Concept of the Month -- December 2009

The Search for a "Motive" for a Crime

In the Washington Post of December 10, 2009, the sub-headline of a story is "Va. Professor Target: Suspect irked about poor grade, police say."
The news article is about a community college student who allegedly tried to shoot his math teacher. He failed in his objective because the weapon malfunctioned. The article states, "Anger over a poor grade drove [him] to target his college math teacher with a hunting rifle." The report was that this student was "having trouble in his math class." Thus the conclusion cited was that anger over a prospective failure was the "motive".

Clearly, citing a student's rage over an impending bad grade does not reveal much about the underlying motives of the alleged shooter. Such a formulation may be descrptive of what transpired, but it offers no in-depth understanding of the situation. Thousands of students receive bad or even failing grades. They do not shoot their instructors. In fact, in the Post article, a student commented, "A lot of people are having a problem in that class."

It is typical after a crime to search for a motive. Was it jealousy, lust, financial need, seeking revenge, etc.? When a husband finds his wife in bed with another man and shoots his spouse's lover, the motive seems clear. However, most people who discover that their spouse has been unfaithful do not shoot the paramour.

There is a difference between what appears to be the catalyst for a crime and a true understanding of the perpetrator of the crime.

In the case of the Virginia shooter, one would want to know what is there about this young man that resulted in his reacting as he did.

A number of issues need to be explored. Why was he failing? What was his academic performance like overall? How has he handled situations in life when they did not go as he wanted? What other sorts of situations have triggered anger? What form did the anger take? Has he created difficulties for himself, then blamed others? What other irresponsible or arrestable conduct has he engaged in, even if it did not come to the attention of law enforcement authorities? If we had a 24 hour DVD of his daily life, how would we see him reacting to disappointment and frustration? These are just a few of the questions we might ask.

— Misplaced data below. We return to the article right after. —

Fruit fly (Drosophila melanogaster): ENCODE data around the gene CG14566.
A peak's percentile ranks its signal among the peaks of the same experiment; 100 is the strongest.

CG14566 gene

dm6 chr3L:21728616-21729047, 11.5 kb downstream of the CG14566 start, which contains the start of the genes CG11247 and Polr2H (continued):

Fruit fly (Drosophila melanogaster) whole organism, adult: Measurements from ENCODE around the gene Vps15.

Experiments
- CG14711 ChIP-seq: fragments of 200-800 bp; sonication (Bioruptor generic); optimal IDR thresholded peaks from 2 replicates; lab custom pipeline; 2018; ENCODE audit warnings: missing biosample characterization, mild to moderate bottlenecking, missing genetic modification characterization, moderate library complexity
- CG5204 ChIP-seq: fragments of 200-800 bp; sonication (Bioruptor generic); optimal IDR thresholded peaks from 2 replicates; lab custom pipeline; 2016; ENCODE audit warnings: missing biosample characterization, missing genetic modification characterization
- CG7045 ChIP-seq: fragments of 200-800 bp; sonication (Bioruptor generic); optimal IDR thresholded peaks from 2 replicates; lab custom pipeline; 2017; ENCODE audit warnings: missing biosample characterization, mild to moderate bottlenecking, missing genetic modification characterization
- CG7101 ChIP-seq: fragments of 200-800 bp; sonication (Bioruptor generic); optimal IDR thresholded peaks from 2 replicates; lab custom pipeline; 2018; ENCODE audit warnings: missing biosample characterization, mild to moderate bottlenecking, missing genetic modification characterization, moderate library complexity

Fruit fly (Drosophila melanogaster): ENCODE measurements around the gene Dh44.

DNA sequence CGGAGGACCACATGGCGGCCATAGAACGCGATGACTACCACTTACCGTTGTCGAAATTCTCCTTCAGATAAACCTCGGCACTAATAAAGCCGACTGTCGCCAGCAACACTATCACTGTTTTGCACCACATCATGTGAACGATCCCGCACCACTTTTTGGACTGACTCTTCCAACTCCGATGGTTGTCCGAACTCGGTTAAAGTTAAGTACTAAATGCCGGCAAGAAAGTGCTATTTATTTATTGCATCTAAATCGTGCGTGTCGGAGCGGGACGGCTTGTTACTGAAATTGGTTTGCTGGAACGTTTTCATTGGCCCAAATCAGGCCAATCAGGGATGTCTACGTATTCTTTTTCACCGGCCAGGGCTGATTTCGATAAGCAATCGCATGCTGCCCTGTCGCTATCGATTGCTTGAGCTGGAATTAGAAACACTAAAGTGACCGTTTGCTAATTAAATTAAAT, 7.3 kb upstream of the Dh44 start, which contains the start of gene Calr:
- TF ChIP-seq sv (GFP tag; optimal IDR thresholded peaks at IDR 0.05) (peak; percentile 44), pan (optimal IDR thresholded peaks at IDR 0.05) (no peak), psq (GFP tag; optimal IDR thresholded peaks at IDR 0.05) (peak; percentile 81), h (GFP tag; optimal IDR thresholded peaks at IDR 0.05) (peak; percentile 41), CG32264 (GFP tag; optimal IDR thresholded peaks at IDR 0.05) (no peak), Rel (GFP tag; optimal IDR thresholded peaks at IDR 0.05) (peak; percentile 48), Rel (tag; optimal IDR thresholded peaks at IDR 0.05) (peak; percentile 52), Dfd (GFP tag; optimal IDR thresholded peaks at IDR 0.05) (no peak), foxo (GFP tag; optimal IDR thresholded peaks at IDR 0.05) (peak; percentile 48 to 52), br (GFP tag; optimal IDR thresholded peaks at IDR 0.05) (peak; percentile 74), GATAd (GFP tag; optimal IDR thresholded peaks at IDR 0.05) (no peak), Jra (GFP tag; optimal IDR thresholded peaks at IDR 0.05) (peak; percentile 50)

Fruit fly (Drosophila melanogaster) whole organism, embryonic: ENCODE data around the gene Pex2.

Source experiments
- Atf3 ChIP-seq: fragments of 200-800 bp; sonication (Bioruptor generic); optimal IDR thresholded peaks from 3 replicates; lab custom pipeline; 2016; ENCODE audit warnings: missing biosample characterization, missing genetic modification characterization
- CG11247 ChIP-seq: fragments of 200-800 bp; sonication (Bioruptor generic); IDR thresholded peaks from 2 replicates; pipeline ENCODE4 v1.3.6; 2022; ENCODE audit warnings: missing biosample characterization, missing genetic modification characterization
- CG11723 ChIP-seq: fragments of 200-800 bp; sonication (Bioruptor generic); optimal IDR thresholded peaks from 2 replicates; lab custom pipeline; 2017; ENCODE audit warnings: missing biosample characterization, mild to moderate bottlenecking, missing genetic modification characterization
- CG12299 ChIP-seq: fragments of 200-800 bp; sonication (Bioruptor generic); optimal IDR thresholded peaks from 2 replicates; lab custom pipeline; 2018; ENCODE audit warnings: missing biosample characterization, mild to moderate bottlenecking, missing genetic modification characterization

Sometimes one reads about a crime with no identifiable motive behind it. For example, a group of youths attacks a man sleeping on a bench in a park. The
man clearly has nothing of monetary value. The teenagers do not know him. Robbery, lust, or revenge are not motives. They attack him just because he is there. Thus it is described as a "senseless" crime. But if we knew the personality makeup of the perpetrators, we would indeed discover a "motive." An understanding of who these youths really are would reveal a great deal about the crime.

Looking for an easily described or observable motive rarely illuminates anything about the crime or the criminal. Such an exercise may conceal far more than it reveals.

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